s a research scientist who designs surveys for a living, I make it a point to complete almost every one sent to me because I know the value of good data. But I find myself wishing I could sit out the 2020 census — or at least leave one question blank.
The Trump administration’s eleventh-hour decision to add a question about citizenship to the census will almost certainly have a major chilling effect among immigrants. One expert predicts that as many as 24 million people would not be counted as a result of adding this question. This would sabotage the census, seriously compromise vital public health research, and ultimately damage the public’s health.
In my own work designing and administering public health surveys, I rely on data from the decennial census to ensure accurate representation. These data form the basis for any population-level statistic you hear about — birth rate, death rate, disease rates within a community, and so on. The lack of a reliable population count would produce cascading errors on any subsequent research using those data.
My colleagues at the Public Health Institute, for example, used U.S. census data in a groundbreaking study that looked at breast cancer rates in California at the smaller census-tract level, rather than by county. They were able to map previously unidentified areas with elevated rates of breast cancer, paving the way for further research on those regions and helping local health officials plan screenings and outreach activities. If the statistics my colleagues used were fatally flawed, we might be over-screening women who aren’t at risk or entirely missing those who are.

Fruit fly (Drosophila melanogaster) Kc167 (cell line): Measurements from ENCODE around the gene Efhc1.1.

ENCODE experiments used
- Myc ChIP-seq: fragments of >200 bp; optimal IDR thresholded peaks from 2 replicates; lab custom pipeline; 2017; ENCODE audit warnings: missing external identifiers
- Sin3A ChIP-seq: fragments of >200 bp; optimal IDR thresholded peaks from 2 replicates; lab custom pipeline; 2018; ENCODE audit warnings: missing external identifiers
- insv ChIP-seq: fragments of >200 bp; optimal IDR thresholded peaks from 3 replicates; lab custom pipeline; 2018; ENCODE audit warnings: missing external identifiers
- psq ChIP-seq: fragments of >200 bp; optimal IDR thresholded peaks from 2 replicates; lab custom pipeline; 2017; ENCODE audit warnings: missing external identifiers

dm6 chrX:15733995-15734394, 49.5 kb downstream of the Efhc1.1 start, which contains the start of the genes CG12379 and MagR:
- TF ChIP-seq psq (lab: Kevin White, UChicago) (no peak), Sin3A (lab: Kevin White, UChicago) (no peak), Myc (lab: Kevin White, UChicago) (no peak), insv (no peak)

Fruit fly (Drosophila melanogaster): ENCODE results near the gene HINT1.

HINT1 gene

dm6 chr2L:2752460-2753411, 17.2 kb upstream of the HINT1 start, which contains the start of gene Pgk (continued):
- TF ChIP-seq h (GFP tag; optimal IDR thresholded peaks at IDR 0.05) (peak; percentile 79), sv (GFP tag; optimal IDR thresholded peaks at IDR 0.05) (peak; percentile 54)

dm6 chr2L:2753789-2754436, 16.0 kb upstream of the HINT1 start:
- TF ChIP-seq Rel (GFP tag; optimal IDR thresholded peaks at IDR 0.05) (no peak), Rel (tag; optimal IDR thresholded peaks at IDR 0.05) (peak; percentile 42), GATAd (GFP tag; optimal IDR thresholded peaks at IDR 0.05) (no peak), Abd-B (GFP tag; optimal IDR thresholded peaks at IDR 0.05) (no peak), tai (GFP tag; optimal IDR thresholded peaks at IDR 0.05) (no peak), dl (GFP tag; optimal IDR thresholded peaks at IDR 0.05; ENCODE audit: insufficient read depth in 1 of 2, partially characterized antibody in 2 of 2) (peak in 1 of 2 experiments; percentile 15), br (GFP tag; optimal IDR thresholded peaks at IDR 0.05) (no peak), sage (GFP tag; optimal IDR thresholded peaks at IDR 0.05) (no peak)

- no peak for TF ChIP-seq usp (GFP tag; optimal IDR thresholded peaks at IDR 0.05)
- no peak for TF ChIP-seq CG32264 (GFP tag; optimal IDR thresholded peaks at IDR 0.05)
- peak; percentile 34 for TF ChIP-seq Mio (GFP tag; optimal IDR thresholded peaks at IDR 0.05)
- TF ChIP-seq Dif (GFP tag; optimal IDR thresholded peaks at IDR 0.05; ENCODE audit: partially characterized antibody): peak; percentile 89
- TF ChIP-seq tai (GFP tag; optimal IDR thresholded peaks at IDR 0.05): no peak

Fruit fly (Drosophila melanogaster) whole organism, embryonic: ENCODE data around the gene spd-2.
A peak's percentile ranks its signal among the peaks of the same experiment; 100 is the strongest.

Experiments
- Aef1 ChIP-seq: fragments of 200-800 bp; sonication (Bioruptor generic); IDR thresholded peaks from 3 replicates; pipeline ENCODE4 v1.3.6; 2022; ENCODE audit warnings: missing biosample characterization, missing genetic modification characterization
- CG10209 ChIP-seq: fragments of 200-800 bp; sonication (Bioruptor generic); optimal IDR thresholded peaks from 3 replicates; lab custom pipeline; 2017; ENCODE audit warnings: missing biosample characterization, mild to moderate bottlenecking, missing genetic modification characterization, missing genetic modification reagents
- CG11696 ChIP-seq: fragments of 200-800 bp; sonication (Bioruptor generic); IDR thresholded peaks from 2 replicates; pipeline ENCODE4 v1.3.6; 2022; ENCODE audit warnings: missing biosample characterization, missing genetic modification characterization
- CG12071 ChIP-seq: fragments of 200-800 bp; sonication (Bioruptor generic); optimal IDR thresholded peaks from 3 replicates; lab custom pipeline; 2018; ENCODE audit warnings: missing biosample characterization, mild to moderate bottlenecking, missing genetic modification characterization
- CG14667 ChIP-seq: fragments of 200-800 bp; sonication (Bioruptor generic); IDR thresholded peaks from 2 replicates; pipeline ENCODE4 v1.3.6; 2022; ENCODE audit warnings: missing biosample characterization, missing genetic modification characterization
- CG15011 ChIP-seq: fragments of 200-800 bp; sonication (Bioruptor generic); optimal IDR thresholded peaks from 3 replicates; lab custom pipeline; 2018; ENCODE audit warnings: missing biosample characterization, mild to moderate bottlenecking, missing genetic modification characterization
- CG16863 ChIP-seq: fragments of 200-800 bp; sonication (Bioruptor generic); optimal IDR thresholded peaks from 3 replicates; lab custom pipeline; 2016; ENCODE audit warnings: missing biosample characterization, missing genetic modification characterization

At a national level, the Centers for Disease Control and Prevention uses census data to identify communities across the country that are vulnerable to disasters or disease outbreaks and that may need assistance preparing for these hazards. The CDC also uses census information to pinpoint geographic areas with low education levels and high poverty rates — two key data points that indicate poorer health status.
Public health and government agencies use census figures to plan social service programs like the Special Supplemental Nutrition Program for Women, Infants, and Children. They are also used for disaster response — to help rescue victims of a hurricane, for example. Undercounts on the census represent real people who would be invisible to rescuers. If an area like Houston were to flood again, an undercount of residents would be devastating for the entire community, not just for immigrants.
Census data are also used to distribute more than $600 billion each year to states for important health-related public programs such as Medicaid, emergency room services, school lunches, and preventive care services. The census data inform plans to shape healthy communities, including the development of businesses and the building of roads, schools, health centers, and other important institutions. If you’re concerned about things like teen pregnancy rates, air pollution, or the opioid epidemic, you should also be concerned about accurate census data.